While we can label Everett Golson's first game under center for the Fighting Irish a success, let's not get ahead of ourselves.
Golson's performance was solid, completing 12-of-18 passes for 144 yards with a touchdown and an interception. But that was with a limited playbook and the offensive line opening holes that you could drive a tank through, leading to the Irish picking up nearly 300 yards on the ground.
Against Purdue, it won't be quite that easy.
The Boilermakers are going to stack eight men in the box to try to shut down the two-headed running attack of Theo Riddick and George Atkinson III, forcing Golson to beat them with his arm.
Irish coach Brian Kelly gave Golson a limited playbook against Navy by design. That playbook needs to be opened up and Golson needs to prove that not only can he find open receivers and make accurate throws, but that he can do it on a consistent basis.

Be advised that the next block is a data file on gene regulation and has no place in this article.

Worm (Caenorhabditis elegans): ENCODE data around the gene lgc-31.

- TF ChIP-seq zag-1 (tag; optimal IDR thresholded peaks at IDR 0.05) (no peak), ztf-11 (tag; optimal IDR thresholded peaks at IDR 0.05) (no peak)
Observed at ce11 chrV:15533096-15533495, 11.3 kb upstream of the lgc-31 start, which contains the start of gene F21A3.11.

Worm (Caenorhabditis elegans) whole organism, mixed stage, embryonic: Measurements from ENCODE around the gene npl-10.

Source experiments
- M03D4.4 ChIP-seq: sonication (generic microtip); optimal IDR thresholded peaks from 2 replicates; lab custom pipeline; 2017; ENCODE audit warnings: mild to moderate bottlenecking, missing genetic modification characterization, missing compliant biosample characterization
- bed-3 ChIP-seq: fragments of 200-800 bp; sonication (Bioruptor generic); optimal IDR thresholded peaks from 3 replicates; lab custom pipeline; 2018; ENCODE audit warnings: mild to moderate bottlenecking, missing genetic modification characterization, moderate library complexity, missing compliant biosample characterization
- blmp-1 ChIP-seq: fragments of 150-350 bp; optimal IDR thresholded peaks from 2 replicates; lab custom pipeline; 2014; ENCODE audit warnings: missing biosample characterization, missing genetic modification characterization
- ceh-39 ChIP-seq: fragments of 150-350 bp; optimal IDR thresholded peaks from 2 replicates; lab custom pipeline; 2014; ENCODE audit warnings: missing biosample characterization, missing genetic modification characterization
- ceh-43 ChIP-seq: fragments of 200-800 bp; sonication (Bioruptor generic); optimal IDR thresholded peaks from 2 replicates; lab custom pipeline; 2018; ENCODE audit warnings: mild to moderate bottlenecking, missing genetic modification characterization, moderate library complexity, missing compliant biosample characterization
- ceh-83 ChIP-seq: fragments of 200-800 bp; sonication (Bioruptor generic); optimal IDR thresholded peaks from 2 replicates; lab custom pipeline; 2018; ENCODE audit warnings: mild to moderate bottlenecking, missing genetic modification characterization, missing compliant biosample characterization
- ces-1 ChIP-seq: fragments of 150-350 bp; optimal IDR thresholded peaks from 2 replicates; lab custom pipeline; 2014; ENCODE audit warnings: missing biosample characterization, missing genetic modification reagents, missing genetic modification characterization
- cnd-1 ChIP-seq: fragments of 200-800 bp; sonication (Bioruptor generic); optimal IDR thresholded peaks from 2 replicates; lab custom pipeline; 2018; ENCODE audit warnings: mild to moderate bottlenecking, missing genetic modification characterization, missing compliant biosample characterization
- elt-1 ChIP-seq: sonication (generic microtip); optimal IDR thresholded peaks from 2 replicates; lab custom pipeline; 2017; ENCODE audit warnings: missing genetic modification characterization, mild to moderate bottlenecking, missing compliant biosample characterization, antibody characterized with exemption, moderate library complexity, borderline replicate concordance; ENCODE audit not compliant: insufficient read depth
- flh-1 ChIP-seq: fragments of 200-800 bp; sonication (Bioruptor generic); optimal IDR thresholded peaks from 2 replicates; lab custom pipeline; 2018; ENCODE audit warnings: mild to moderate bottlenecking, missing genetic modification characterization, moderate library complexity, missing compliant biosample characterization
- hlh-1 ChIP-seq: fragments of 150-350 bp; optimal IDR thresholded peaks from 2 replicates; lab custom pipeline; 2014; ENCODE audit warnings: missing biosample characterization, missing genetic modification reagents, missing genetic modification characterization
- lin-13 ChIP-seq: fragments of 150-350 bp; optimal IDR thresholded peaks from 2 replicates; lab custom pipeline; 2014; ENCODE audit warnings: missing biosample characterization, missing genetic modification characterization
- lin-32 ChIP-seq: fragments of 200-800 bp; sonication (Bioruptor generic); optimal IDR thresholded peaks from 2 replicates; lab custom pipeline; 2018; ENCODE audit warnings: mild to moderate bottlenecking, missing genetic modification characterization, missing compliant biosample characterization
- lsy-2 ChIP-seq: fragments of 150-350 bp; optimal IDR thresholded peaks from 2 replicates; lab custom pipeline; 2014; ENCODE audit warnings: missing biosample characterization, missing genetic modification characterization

If he can do that against Purdue, the Boilermakers will have to drop back into coverage, giving Atkinson and Reddick more room to run.
But that's only part of the evolution that needs to occur this week.
Golson isn't a traditional pocket passer—he's got a set of wheels on him.
Purdue is going to bring pressure up the middle with a pair of incredibly talented defensive tackles in Kawann Short and Bruce Gaston—a pair that Kelly called the best Notre Dame would see all season in comments to Irish Illustrated.
If Gaston and/or Short is able to get into the backfield, Golson needs to show that he can not only evade the pass rush, but turn a busted play into positive yardage with his legs. No doubt Kelly will implement some bootleg plays this weekend to give him more options.
It comes down to decision-making and execution, and those are things that can only get better with experience.
Golson needs to take the next step forward in his development if the Irish plan on claiming the Shillelagh Trophy for the fourth consecutive season.